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JOP. J Pancreas (Online) 2009 Jul 6; 10(4):464-465.
JOP. Journal of the Pancreas - http://www.joplink.net - Vol. 10, No. 4 - July 2009. [ISSN 1590-8577]
465
cancer has risen slowly over the years. The death rate
has risen from 5 per 100,000 population in 1930 to
more than 10 per 100,000 in 2003 [4, 5].
Late Diagnosis and Late Stage at Diagnosis
Pancreatic cancer is notoriously difficult to diagnose in
its early stages. At the time of diagnosis, 52% of all
patients have distant disease and 26% have regional
spread. No screening tools are validated at present.
Multidisciplinary Management of Pancreatic
Cancer
The management of pancreatic carcinoma is a
multidisciplinary process. In the best setting, the
management of pancreatic cancer would entail
consultations with a gastroenterologist, medical
oncologist, surgical oncologist, radiologist, radiation
oncologist, pathologist, nutritionist and a social worker.
A gastroenterologist would perform EUS and/or ERCP
(with or without stent placement) for definitive
diagnosis. A medical oncologist operates to select and
administer chemotherapy (neoadjuvant, adjuvant, or
palliative). In addition, he would also manage
supportive care, especially pain and nausea. The
surgeon may perform diagnostic laparoscopy or even
laparoscopic ultrasonography prior to an attempt at
curative resection. If curative resection is not feasible
due to local invasion or distant metastasis, surgeon may
operate for palliation of biliary and/or duodenal
obstruction. An interventional radiologist may be
required to manage percutaneous transhepatic
cholangiography if indicated. Consultation with a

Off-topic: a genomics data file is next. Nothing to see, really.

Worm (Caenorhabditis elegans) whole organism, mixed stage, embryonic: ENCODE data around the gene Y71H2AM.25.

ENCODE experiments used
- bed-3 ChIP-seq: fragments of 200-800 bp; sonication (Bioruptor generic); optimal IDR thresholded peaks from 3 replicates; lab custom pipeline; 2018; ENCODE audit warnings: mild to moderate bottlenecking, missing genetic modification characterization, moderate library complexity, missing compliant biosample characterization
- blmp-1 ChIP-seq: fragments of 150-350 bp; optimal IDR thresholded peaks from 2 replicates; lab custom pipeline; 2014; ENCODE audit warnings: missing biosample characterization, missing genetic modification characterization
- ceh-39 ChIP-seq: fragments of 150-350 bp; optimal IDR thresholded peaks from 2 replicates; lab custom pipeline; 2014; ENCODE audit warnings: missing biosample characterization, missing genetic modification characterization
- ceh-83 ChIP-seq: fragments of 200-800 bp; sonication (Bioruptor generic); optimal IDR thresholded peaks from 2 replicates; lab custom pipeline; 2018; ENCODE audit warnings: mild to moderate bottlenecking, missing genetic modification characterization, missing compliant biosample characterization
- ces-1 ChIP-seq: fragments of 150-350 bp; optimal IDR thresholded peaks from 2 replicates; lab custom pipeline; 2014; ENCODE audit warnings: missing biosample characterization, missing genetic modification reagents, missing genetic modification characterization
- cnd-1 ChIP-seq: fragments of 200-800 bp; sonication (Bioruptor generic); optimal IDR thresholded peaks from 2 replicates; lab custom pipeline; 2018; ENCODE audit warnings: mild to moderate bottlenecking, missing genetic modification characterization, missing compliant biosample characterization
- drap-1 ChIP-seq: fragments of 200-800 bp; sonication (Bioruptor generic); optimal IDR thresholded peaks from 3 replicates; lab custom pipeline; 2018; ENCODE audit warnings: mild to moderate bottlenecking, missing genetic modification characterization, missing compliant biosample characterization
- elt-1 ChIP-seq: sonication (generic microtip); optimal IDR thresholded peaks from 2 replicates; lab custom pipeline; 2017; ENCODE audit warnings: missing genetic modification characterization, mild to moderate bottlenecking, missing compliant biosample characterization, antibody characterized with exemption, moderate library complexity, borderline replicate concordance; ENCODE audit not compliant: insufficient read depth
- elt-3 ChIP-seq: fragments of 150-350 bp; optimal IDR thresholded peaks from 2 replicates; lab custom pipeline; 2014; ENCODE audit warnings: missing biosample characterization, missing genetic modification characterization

radiation oncologist is usually considered at the
discretion of a medical oncologist when combined
chemoradiotherapy may be beneficial either in the
neoadjuvant, adjuvant or palliative setting. A
pathologist helps in confirming the diagnosis and
identifies high risk factors. In addition, a genetic
counselor should be part of a time to recognize any
genetic or familial predisposition to develop pancreatic
cancer.
Deterrence/Prevention
• Stop smoking;
• prevent a diet high in energy intake and low in fresh
fruits and vegetables;
• avoid excessive alcohol consumption (chronic
pancreatitis -> pancreatic cancer).
Conclusions
The disease is notoriously difficult to diagnose in its
early stages. At the time of diagnosis, more than 50%
of patients have distant disease and 26% have regional
invasion. We concur that it is possible that the
percentage of patients amenable to surgery is still too
small to affect the overall disease mortality, which
would support urgent calls for effective earlier disease
detection. In the meantime, more effective multi-modal
therapeutic strategies are needed to improve survival in
this challenging disease.
Conflict of interest The author has no potential
conflicts of interest
References
1. Ypsilantis E, Courtney ED, Warren H. Increase in Annual
Number of Pancreatic Head Resections Does not Affect Mortality of
Pancreatic Cancer in the United Kingdom. JOP. J Pancreas (Online)
2009 Jul 6; 10(4):462-3.
2. Lee MX, Saif MW. Screening for early pancreatic ductal
adenocarcinoma: an urgent call! JOP. J Pancreas (Online) 2009;
10(2):104-8. [PMID 19287101]
3. Li J, Saif MW. Advancements in the management of pancreatic
cancer. JOP. J Pancreas (Online) 2009; 10(2):109-17. [PMID
19287102]
4. American Cancer Society. Cancer Facts and Figures, 2008.
Atlanta, GA, USA: American Cancer Society, 2008.
5. Anderson KE, Mack T, Silverman D. Cancer of the pancreas. In:
Schottenfeld D, Fraumeni JF Jr, eds. Cancer Epidemiology and
Prevention. 3rd Ed. New York: Oxford University Press; 2006.
6. Flanders TY, Foulkes WD. Pancreatic adenocarcinoma:
epidemiology and genetics. J Med Genet Nov 1996; 33:889-98.
[PMID 8950667]
7. American Cancer Society. Cancer Facts and Figures for African
Americans 2007-2008. Atlanta, GA, USA: American Cancer Society,
2007.